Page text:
– Don Lewis, owner, Amaya Natural Therapeutics

Walking the climate-change talk
To the editor,
Everyone who is a human-caused global warming believer should pay attention to what Greta Thunberg said when she met with the billionaires and ruling elites at Davos on Jan. 21. She said net-zero carbon emission is not enough – that even that low level will destroy the Earth. Greta believes that we must immediately (in just the next few years) change to ZERO carbon emission.
So, to all of you who believe in human-caused global warming, you yourself have to change to zero carbon emissions. Telling your congresspersons and senators to pass laws mandating this to make everyone else change isn’t going to work.
It’s time, today, for you yourself, to turn off your propane. Turn off your electricity (unless yours is from nuclear or hydro-electric power, no carbon there), and park your car or truck for the last time. Stop cutting trees and burning wood in the stove. Eat whatever meat you have on hand for the last time, then vegan forever.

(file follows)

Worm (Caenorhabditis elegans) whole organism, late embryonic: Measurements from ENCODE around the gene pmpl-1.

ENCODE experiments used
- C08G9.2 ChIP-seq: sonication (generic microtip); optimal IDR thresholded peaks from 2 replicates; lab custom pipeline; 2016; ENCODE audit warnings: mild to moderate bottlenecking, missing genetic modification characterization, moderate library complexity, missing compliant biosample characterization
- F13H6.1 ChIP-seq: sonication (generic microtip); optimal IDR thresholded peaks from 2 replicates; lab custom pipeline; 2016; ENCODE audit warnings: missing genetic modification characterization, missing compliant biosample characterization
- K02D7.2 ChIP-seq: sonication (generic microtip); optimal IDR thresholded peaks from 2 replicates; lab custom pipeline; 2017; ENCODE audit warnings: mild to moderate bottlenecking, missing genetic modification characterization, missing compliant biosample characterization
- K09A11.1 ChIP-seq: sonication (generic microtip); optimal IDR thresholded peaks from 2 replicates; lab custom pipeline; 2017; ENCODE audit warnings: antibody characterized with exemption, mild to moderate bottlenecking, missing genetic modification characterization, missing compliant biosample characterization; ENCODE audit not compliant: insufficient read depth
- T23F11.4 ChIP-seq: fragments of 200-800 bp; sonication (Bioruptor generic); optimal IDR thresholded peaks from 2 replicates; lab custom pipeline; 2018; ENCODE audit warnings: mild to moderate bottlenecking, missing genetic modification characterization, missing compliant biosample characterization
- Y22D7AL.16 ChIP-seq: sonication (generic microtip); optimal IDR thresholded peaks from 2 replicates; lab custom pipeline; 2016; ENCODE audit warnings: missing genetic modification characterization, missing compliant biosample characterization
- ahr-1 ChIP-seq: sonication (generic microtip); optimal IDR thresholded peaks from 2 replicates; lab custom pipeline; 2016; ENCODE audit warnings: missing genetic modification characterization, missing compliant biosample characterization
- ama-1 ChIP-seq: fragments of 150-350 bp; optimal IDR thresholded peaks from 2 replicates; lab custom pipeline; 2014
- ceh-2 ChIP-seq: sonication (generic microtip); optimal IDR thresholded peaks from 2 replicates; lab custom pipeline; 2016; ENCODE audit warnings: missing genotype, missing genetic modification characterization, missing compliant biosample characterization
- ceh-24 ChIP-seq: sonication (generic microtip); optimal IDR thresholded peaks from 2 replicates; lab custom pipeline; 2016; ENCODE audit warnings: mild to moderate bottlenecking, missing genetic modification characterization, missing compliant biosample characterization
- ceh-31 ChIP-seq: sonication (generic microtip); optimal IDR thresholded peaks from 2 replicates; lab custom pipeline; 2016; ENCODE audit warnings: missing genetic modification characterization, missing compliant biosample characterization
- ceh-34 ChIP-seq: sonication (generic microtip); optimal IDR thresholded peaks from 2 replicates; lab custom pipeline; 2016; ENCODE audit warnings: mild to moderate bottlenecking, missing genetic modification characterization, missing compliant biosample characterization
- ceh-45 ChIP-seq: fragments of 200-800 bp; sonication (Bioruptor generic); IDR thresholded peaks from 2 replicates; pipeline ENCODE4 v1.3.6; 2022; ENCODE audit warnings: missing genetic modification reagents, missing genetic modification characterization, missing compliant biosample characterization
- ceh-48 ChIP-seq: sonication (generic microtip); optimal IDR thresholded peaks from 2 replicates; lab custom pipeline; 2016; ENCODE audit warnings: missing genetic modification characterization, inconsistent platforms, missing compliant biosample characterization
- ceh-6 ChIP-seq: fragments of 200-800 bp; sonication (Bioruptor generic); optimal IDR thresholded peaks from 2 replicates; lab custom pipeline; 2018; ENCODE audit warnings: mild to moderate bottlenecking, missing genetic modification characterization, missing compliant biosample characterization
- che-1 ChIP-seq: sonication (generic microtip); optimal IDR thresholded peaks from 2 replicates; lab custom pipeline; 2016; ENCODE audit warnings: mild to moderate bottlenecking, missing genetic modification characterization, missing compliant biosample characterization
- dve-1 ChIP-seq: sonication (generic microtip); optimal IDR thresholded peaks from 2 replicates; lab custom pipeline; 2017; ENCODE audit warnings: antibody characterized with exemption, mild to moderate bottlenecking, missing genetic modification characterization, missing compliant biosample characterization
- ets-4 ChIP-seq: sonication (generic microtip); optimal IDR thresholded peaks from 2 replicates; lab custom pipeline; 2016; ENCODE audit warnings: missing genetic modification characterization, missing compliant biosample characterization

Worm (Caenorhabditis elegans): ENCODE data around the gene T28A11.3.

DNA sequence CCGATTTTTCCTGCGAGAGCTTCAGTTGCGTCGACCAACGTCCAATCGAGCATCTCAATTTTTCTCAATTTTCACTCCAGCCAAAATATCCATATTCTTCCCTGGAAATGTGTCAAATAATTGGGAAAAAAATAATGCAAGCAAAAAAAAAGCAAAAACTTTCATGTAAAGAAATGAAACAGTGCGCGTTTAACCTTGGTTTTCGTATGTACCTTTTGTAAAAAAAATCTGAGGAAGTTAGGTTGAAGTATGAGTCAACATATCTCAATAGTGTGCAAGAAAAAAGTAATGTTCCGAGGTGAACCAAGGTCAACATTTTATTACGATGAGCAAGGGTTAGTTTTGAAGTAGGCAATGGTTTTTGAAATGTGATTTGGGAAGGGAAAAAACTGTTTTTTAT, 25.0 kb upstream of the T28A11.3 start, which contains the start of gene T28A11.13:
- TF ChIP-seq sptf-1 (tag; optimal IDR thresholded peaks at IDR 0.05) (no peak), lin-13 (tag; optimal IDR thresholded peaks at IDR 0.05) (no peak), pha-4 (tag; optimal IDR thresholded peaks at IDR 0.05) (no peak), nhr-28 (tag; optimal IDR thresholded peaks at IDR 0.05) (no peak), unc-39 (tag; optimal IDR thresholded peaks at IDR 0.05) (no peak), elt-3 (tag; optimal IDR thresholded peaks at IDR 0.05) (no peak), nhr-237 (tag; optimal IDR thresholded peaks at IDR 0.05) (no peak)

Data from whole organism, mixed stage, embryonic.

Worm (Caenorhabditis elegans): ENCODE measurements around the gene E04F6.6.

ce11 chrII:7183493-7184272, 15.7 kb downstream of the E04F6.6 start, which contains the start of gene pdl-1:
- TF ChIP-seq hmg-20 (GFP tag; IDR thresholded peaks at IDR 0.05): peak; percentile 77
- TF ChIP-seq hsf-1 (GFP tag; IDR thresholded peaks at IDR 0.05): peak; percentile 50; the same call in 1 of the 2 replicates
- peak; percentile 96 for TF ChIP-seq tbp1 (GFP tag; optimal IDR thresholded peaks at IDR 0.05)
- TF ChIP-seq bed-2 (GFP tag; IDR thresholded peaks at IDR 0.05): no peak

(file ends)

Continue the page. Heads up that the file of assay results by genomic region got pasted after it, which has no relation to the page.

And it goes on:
You yourself should do this now. Today. If you do not, then you have to admit that you do not truly believe Greta, that you do not believe in human-caused global warming.
– Pat Reyes, Durango
Livestock insurance a reasonable approach
To the editor,
With wolf reintroduction on the Colorado ballot for 2020, cattle ranchers and livestock owners have been up in arms. Wolves were hunted to extinction in Colorado in the 1940s, largely at the hands of ranchers seeking to protect their livestock. Understandably, they worry that the reintroduction of wolves could mean the loss of profit and animal lives. Most ranchers argue that wolves should not be reintroduced, or that losses due to reintroduction should be covered by the government.
Historically, insurance has offered individuals protection from random, low frequency events, such as fires, earthquakes and floods. In this model of insurance, many people join a pool of covered individuals each paying into a pot of money that is used to reimburse a covered member who suffers a loss. Although insurance can be costly, it is undertaken regularly by individuals who understand the risks of living on planet Earth, where humanity is a relatively new species. However, many ranchers view the exposure to natural predators, and therefore needing to protect the value of their livestock with insurance, as an unjust burden.